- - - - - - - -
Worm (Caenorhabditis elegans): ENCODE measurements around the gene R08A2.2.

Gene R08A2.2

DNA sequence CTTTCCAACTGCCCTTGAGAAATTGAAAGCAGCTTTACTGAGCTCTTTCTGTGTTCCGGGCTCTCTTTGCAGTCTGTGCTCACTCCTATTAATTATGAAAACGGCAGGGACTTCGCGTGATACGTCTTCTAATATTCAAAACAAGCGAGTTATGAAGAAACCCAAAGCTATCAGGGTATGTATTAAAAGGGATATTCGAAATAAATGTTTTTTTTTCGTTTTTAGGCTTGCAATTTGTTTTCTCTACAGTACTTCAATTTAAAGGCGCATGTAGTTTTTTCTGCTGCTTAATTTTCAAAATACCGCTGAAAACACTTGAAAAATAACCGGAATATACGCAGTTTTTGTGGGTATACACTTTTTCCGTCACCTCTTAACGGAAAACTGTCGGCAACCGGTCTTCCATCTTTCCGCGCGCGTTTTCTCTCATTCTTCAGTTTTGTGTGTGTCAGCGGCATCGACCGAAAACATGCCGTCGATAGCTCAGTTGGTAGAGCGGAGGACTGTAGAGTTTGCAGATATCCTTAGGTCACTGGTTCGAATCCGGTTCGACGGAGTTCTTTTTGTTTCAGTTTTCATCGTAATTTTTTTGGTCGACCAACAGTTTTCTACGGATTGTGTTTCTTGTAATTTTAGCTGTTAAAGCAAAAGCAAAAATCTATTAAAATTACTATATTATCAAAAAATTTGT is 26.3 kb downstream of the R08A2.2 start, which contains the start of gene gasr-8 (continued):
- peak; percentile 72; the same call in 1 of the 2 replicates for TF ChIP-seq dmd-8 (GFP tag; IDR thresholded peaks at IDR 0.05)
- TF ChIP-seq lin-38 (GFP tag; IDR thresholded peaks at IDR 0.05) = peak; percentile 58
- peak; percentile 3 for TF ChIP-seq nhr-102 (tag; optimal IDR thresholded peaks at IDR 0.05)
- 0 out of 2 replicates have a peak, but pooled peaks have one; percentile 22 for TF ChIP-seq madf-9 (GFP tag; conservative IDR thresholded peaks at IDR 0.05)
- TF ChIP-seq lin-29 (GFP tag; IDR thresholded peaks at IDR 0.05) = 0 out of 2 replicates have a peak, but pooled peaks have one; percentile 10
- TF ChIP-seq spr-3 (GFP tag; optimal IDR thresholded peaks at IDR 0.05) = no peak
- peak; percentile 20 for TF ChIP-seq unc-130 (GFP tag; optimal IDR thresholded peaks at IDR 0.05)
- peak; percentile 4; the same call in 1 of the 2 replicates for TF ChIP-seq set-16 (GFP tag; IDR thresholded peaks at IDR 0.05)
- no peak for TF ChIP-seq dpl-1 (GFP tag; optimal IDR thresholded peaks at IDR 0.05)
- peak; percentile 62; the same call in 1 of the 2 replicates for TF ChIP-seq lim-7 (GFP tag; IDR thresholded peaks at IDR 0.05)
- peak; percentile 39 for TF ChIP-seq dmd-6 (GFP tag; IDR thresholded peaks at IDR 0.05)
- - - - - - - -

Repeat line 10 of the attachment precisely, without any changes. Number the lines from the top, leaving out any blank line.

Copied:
- peak; percentile 20 for TF ChIP-seq unc-130 (GFP tag; optimal IDR thresholded peaks at IDR 0.05)